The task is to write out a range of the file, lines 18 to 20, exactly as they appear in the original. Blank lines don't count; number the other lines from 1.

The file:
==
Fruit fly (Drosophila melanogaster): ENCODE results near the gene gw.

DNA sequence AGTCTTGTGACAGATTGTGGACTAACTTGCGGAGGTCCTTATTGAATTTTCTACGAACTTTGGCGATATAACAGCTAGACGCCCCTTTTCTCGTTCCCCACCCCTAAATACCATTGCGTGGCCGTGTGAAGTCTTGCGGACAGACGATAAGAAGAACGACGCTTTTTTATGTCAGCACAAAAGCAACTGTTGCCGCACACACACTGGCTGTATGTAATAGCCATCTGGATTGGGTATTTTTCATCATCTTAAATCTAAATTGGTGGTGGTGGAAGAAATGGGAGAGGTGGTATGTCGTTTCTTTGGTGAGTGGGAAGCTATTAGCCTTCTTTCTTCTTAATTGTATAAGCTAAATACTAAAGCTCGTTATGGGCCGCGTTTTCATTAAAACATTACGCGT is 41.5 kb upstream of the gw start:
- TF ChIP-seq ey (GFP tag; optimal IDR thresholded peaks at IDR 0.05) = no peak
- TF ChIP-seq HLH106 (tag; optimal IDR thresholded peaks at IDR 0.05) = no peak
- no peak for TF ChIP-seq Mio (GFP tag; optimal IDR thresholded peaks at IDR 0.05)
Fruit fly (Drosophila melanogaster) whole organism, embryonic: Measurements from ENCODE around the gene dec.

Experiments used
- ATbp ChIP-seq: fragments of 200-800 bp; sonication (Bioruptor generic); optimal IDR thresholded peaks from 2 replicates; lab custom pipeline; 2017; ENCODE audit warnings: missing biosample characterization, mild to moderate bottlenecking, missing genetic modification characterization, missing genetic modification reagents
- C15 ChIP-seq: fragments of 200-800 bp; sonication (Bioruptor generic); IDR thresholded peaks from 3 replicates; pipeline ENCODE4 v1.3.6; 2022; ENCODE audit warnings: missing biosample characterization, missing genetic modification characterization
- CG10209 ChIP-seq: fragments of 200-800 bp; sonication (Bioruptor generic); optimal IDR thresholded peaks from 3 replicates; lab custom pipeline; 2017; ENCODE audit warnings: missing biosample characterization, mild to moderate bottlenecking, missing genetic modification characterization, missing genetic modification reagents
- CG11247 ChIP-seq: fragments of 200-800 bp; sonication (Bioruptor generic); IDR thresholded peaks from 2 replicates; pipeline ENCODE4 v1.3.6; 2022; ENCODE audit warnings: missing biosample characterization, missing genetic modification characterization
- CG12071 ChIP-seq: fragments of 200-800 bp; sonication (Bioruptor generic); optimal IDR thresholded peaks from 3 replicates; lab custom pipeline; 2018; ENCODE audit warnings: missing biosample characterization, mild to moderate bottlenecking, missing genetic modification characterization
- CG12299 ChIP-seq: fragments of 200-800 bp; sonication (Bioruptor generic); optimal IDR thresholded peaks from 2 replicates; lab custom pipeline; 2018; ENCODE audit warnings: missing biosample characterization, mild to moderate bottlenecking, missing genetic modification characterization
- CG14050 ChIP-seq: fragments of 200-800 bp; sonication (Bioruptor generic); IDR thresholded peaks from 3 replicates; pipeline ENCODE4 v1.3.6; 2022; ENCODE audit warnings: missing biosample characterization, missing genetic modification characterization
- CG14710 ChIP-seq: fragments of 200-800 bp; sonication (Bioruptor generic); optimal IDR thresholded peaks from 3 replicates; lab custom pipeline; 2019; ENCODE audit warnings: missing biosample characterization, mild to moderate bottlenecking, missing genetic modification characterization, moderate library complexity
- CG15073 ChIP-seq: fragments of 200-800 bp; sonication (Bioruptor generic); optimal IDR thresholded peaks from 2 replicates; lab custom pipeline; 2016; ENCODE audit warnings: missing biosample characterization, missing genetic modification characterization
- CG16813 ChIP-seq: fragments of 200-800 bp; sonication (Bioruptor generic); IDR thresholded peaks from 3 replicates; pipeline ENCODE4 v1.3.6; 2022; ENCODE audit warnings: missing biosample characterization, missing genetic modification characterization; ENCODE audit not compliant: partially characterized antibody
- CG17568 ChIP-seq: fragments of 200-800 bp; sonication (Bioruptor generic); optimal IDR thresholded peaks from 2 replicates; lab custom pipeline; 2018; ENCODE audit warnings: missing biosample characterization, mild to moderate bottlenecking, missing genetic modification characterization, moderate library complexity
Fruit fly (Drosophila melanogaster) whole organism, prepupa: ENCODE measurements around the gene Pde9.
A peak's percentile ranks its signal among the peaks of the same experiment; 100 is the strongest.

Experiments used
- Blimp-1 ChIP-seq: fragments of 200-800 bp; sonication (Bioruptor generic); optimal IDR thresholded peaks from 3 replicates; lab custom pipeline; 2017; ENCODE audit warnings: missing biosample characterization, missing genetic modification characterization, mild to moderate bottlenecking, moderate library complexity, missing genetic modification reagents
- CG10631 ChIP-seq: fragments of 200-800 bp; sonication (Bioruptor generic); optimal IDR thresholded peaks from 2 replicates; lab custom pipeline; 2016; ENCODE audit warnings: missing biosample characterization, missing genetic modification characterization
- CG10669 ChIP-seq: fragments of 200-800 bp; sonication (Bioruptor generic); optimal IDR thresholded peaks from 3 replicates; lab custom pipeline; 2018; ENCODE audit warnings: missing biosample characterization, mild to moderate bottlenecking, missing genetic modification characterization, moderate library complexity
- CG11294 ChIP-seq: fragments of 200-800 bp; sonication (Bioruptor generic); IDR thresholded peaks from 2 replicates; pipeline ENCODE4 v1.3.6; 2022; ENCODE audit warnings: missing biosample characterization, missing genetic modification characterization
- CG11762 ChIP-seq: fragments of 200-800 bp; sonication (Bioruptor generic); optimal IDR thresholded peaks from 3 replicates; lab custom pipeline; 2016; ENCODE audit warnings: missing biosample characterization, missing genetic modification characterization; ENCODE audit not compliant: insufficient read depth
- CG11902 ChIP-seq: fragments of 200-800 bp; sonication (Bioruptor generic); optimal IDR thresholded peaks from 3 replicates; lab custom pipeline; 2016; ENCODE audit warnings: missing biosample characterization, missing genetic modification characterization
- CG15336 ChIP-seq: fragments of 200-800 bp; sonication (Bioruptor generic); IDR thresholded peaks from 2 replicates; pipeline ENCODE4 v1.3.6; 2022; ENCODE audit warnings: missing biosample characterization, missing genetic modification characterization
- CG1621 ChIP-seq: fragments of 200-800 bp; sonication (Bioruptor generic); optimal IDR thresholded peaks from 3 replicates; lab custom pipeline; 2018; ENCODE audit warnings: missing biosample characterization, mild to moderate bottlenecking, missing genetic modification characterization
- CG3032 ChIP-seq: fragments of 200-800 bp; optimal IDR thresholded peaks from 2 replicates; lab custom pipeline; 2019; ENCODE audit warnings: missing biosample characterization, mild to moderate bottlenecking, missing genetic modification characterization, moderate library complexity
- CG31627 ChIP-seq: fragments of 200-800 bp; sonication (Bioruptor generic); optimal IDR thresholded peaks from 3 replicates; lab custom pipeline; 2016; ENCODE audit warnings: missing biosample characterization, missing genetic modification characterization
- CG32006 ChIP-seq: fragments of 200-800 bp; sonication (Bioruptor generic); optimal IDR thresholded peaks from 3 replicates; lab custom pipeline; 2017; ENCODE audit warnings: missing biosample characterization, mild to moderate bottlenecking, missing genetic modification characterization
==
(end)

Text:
- CG17568 ChIP-seq: fragments of 200-800 bp; sonication (Bioruptor generic); optimal IDR thresholded peaks from 2 replicates; lab custom pipeline; 2018; ENCODE audit warnings: missing biosample characterization, mild to moderate bottlenecking, missing genetic modification characterization, moderate library complexity
Fruit fly (Drosophila melanogaster) whole organism, prepupa: ENCODE measurements around the gene Pde9.
A peak's percentile ranks its signal among the peaks of the same experiment; 100 is the strongest.